It turned out that there was pretty heavy snow in Chicago and nothing was going in or out – so even if I did eventually make it there the chances of me being able to then make it to San Diego that day were slim. I got off the plane (thankfully hand luggage only) and managed to get on the next flight out to Dallas to connect there instead – I was literally handed my new boarding pass as the last call was made…eventually I made it to San Diego only about an hour later than I was originally scheduled.

So, new lesson learned here, if you need a connection in the US it is probably best to avoid the North if possible in the Winter as the weather could screw you over.

That would have been the end of the story but the flight back was also eventful. I was on an overnight flight with a connection in Las Vegas - on paper I had an hour and a half to change planes there so no problem there. However, my plane in San Diego had issues with hydraulics and some screen heating system so was about 45 minutes late taking off. Also, upon arriving in Vegas I found out I had to change terminals which meant going out of and back through security. Put these together and I made the flight with only a couple of minutes to spare.

That still wasn't then end of the excitment though - half an hour in to this flight and I hear the following announcement: "Would any passenger with medical training please make themselves known to the cabin crew" this point I was now thinking that there was a chance the flight might have to land early in some US backwater - luckily not and it made it all the way to JFK where fate threw me one more bit of fun - the jetramp wasn't working so the we sat on the tarmac for half an hour before getting off.

Flights and me really didn't have a good week.

Tuesday, 5 February 2008

Other minor sporting event this weekend

So obviously the big event was the 6 Nations kicking off but the Yanks had there own little sporting event too on Sunday - the Superbowl. Just what I needed after a heavy weekend of 6 Nations - a sport that takes about 4 hours to play on Sunday evening.

To be fair I had a limited amount of interest as the New York Giants were playing and I recently found out that the kicker was originally from Scotland (until he was 10 and then he moved to Yankland). The expectation was that the Giants would be stuffed by the New England Patriots as they had been undefeated all season but somehow the Giants won what was a fairly exciting game (by American Football standards you understand) by 17 -14 with a touchdown with only 35 seconds left to play.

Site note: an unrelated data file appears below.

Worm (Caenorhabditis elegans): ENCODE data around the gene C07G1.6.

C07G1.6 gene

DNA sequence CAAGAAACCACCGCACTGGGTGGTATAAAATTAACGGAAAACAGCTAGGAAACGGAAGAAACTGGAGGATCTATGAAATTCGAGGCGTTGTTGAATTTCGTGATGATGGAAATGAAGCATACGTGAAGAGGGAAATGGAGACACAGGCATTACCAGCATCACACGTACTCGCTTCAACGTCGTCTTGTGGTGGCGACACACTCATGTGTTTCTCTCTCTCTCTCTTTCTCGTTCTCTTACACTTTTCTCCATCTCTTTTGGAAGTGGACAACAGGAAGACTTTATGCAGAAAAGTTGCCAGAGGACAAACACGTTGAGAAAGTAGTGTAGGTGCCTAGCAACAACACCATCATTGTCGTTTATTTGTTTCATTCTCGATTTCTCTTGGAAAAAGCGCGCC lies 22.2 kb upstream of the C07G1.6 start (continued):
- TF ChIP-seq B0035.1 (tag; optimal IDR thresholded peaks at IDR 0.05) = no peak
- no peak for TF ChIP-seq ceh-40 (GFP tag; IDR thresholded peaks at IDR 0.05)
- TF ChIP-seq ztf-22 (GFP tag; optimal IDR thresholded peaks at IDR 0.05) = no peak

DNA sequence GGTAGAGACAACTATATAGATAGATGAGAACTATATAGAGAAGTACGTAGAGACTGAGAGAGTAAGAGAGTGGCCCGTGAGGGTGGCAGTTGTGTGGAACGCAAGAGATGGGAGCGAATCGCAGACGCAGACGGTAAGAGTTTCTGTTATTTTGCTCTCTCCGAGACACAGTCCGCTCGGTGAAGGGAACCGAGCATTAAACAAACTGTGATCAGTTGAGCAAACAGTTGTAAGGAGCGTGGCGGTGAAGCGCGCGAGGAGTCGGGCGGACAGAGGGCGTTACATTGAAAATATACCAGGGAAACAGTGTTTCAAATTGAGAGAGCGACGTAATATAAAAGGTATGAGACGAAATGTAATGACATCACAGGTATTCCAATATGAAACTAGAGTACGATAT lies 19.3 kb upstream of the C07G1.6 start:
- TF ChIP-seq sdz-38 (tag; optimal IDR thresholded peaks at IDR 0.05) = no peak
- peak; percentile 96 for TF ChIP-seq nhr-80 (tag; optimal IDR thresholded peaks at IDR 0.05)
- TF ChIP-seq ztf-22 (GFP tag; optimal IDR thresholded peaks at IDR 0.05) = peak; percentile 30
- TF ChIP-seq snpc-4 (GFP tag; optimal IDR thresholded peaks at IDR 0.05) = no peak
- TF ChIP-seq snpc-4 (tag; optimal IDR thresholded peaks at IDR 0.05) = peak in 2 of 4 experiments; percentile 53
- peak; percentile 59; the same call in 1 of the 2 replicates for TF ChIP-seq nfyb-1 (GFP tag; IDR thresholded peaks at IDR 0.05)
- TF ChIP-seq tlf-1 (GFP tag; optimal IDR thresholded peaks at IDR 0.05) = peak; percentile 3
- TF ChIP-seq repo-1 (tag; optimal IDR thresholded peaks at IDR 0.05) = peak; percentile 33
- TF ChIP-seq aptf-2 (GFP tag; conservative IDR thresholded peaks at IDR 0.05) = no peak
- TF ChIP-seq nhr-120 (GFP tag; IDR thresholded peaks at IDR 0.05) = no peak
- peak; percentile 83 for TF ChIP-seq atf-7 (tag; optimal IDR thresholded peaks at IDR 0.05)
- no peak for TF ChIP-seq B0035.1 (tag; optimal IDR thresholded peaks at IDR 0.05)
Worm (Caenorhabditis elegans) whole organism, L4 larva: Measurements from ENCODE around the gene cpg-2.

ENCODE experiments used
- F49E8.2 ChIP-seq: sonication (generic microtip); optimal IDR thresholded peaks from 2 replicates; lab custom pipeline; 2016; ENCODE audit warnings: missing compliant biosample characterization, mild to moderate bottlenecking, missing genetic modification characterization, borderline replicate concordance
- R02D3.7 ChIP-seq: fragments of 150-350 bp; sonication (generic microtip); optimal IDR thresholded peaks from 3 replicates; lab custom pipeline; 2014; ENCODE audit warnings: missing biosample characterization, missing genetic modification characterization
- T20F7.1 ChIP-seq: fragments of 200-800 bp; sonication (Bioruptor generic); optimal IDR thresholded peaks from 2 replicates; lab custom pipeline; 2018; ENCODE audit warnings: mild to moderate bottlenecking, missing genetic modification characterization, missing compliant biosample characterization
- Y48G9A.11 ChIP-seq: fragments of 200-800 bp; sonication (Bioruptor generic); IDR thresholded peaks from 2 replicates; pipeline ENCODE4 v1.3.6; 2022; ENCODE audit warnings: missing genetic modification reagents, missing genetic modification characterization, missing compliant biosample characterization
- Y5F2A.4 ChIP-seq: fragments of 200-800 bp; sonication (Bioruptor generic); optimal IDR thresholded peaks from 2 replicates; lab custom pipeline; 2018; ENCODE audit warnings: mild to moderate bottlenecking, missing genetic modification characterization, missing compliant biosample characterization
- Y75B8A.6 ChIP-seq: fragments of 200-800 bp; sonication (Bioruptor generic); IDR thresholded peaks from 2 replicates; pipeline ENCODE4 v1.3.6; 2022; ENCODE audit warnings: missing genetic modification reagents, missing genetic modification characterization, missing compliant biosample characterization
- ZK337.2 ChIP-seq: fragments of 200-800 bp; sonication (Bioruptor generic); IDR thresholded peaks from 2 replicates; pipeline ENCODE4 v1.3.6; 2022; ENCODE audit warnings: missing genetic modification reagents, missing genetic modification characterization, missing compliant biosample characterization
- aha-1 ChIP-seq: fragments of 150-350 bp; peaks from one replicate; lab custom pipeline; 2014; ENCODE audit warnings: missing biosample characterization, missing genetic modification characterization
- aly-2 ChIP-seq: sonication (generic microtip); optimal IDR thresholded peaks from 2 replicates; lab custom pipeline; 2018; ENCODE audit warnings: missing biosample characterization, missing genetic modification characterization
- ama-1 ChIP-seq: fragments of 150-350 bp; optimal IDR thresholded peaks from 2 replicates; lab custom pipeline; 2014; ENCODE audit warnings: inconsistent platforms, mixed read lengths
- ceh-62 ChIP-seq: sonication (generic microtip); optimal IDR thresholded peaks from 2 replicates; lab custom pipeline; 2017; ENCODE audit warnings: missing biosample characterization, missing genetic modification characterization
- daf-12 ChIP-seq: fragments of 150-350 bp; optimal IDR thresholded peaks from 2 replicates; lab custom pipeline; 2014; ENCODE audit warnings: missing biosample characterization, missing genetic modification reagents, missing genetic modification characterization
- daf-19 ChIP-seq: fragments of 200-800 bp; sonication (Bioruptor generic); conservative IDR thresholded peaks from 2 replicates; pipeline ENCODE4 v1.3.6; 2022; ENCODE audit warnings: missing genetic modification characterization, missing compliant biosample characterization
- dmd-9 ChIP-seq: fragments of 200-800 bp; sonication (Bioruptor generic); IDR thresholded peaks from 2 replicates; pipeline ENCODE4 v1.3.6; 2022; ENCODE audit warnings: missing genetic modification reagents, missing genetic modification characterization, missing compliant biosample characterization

Almost more interesting than the game was the TV coverage of the event. At 9am when I left my flat to watch the Scotland game the pre-game coverage had already begun from Arizona (where it was still dark). I watched a bit of the pre-game show in the afternoon and it was just devoid of any useful or interesting information. It seemed to be little more than a number of product and TV show adverts and plugs - in fact they had a special segment dedicated to the ads that would be shown that night...I get the sense that a fair amount of people were annoyed that some sort of sporting event was getting in the way of all the marketing crap.

Anyway, last post until Tuesday next week from me as I am off on hols until then.

Monday, 4 February 2008

6 Nations (Weekend 1)

Scotland were awful, there really is not one thing I can say was good about the performance against France. Scrum started well but fell to pieces, never looked threatening in the backs, lost line outs in the French 22 - just dire.

At least England were almost as bad - Wales weren't great but England's 2nd half was really awful. Ireland won but weren't great either against the usual Italian performance.

My weekend was spent propping up the bar in the Red Lion watching this stuff - 9am start on Saturday (finally stopped drinking at about midnight) and then again from 10am on Sunday...probably caught up with all the beers I missed in January now.

Friday, 1 February 2008

First beer of 2008

OK, so I broke early - but only by 5 hours and that means that it was into February in the UK even if it wasn't in the US. Do I feel better or the month off - as with last year - can't say I notice any major difference.

Anyway, you can blame P'Robert as he is over in NY for the weekend - that along with the start of the 6 Nations should ensure I catch up on all the beers I missed in January...